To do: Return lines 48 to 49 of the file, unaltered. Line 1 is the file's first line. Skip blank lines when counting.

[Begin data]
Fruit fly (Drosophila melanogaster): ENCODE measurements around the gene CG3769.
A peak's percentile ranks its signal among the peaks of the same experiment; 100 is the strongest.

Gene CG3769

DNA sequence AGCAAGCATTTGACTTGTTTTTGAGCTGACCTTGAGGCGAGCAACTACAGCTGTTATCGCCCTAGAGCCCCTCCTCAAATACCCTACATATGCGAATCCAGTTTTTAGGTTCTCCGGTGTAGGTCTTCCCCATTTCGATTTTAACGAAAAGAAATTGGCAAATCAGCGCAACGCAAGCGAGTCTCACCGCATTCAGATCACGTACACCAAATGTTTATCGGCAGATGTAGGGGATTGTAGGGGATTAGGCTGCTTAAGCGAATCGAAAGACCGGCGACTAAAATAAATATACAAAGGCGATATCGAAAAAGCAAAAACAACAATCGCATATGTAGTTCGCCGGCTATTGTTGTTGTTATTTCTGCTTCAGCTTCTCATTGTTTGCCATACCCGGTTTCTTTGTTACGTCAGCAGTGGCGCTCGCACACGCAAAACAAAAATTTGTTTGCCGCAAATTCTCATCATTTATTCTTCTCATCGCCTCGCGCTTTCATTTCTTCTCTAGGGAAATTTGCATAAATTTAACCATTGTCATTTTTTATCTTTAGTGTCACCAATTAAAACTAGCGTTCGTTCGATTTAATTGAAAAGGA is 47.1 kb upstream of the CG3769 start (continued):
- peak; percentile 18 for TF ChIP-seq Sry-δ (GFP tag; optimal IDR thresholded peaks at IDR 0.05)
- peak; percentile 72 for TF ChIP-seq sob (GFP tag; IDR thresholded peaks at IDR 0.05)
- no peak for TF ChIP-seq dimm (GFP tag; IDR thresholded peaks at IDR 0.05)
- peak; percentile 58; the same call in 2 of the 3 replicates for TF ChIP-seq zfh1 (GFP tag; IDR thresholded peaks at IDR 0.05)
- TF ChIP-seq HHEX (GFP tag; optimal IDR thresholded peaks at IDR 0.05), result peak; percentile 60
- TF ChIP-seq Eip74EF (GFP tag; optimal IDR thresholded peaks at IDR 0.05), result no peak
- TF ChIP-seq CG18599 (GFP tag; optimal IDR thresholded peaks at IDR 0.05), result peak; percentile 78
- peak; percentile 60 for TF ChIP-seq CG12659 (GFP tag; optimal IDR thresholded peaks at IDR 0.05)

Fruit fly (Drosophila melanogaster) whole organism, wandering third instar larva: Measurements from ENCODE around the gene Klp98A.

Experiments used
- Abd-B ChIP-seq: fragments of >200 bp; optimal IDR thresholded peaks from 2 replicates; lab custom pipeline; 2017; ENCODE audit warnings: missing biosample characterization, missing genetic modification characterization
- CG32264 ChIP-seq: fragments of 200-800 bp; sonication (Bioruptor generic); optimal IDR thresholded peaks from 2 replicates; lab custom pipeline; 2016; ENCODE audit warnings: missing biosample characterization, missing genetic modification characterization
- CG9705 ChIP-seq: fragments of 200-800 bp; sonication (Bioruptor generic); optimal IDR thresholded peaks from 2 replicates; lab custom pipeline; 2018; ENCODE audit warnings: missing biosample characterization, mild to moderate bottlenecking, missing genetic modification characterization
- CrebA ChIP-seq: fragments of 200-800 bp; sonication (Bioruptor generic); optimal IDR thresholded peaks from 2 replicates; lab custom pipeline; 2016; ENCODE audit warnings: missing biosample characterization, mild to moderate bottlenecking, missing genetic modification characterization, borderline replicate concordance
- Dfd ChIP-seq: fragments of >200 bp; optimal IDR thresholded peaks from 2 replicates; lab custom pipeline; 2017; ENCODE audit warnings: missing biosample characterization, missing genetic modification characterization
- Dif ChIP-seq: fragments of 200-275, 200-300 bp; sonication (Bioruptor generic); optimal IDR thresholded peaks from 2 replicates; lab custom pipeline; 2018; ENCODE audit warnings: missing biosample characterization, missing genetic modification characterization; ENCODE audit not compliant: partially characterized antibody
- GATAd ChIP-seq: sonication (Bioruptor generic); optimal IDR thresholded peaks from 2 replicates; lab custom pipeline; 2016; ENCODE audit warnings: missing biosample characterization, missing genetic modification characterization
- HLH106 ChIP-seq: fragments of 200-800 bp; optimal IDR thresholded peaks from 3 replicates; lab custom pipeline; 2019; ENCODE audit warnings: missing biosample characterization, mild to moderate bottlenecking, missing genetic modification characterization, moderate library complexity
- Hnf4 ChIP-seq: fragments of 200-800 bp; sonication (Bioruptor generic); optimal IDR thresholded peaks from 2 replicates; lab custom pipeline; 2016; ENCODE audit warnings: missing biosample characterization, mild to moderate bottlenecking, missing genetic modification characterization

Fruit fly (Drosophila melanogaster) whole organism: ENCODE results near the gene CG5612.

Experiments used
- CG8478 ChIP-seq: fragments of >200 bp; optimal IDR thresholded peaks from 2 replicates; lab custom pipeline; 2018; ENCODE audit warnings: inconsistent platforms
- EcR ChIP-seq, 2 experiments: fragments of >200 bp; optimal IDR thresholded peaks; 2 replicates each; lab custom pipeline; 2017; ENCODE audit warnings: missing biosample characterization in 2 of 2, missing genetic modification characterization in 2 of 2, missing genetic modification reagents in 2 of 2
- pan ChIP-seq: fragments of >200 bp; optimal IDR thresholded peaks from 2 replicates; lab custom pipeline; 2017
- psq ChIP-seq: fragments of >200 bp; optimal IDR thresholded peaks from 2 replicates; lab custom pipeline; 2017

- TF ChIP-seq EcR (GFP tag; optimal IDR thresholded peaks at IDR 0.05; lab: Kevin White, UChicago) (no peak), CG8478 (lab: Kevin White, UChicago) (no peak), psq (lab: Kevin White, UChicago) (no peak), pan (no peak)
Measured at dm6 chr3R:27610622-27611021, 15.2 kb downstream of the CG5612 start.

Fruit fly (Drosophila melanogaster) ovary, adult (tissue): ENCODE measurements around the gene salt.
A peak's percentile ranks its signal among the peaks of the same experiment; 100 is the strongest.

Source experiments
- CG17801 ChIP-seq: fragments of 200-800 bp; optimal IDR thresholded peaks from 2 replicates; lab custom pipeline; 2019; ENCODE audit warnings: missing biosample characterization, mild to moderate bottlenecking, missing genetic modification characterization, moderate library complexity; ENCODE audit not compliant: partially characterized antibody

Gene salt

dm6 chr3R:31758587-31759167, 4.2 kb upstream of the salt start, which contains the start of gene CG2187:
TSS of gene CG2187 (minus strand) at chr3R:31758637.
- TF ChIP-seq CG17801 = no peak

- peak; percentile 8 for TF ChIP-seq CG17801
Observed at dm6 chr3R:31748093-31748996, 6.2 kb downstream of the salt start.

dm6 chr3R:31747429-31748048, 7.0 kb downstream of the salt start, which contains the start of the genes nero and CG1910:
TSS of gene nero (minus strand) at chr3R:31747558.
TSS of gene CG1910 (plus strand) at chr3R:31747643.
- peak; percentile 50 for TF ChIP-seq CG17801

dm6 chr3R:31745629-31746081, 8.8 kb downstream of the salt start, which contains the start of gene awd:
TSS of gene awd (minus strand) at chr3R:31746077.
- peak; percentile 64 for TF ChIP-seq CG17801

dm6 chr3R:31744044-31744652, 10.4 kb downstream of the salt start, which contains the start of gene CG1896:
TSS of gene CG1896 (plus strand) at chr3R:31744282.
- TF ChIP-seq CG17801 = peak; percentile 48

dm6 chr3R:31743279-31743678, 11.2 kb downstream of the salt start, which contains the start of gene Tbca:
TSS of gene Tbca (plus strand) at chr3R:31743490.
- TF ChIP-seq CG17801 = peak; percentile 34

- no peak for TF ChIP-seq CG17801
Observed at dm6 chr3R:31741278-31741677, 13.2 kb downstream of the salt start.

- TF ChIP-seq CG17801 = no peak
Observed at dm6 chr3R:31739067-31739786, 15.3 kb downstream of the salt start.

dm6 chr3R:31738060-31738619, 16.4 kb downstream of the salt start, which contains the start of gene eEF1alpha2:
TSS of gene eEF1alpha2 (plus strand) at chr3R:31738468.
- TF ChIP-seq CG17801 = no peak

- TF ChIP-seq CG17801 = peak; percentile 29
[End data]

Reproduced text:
- peak; percentile 64 for TF ChIP-seq CG17801

dm6 chr3R:31744044-31744652, 10.4 kb downstream of the salt start, which contains the start of gene CG1896: